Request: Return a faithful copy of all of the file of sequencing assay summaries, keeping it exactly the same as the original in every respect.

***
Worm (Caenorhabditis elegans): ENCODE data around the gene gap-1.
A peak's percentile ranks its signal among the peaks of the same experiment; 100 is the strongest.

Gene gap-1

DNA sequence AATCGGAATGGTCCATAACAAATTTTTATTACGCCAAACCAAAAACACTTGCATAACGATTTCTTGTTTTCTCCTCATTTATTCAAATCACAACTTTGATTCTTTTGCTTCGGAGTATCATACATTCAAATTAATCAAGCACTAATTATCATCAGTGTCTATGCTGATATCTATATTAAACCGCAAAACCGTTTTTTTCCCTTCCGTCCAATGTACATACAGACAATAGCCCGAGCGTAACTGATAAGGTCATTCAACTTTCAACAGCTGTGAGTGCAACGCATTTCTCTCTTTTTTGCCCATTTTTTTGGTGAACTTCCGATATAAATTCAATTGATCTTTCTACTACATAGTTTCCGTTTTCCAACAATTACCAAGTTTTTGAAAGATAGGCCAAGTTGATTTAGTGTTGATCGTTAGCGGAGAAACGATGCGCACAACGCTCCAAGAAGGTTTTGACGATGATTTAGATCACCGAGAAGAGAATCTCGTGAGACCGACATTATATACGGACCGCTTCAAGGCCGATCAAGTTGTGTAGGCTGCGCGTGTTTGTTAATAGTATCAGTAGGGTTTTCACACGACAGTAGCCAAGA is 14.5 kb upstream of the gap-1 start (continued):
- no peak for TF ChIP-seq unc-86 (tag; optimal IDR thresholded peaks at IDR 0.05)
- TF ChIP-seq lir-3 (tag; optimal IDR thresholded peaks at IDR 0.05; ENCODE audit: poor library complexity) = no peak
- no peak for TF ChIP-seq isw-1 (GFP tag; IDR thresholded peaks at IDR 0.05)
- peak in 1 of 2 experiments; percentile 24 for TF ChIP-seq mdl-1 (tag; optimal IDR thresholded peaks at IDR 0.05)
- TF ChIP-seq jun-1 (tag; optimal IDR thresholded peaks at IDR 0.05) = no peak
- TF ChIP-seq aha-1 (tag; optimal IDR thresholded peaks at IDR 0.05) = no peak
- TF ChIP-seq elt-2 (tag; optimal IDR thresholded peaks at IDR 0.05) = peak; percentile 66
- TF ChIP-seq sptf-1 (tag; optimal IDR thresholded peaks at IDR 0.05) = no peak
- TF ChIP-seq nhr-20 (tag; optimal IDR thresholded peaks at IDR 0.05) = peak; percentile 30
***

Worm (Caenorhabditis elegans): ENCODE data around the gene gap-1.
A peak's percentile ranks its signal among the peaks of the same experiment; 100 is the strongest.

Gene gap-1

DNA sequence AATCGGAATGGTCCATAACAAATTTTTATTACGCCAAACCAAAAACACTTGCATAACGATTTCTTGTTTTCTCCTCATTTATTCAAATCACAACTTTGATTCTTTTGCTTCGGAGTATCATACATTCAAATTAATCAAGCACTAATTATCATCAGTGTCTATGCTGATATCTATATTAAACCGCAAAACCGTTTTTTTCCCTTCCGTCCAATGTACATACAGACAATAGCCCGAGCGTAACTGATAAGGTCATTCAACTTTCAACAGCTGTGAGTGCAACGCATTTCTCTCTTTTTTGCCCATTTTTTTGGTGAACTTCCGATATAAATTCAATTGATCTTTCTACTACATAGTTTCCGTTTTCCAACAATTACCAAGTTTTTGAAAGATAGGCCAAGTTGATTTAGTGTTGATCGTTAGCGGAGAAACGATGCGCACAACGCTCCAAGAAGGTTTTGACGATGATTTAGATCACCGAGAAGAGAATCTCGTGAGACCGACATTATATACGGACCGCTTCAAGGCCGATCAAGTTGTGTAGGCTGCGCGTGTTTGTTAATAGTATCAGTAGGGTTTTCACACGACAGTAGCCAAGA is 14.5 kb upstream of the gap-1 start (continued):
- no peak for TF ChIP-seq unc-86 (tag; optimal IDR thresholded peaks at IDR 0.05)
- TF ChIP-seq lir-3 (tag; optimal IDR thresholded peaks at IDR 0.05; ENCODE audit: poor library complexity) = no peak
- no peak for TF ChIP-seq isw-1 (GFP tag; IDR thresholded peaks at IDR 0.05)
- peak in 1 of 2 experiments; percentile 24 for TF ChIP-seq mdl-1 (tag; optimal IDR thresholded peaks at IDR 0.05)
- TF ChIP-seq jun-1 (tag; optimal IDR thresholded peaks at IDR 0.05) = no peak
- TF ChIP-seq aha-1 (tag; optimal IDR thresholded peaks at IDR 0.05) = no peak
- TF ChIP-seq elt-2 (tag; optimal IDR thresholded peaks at IDR 0.05) = peak; percentile 66
- TF ChIP-seq sptf-1 (tag; optimal IDR thresholded peaks at IDR 0.05) = no peak
- TF ChIP-seq nhr-20 (tag; optimal IDR thresholded peaks at IDR 0.05) = peak; percentile 30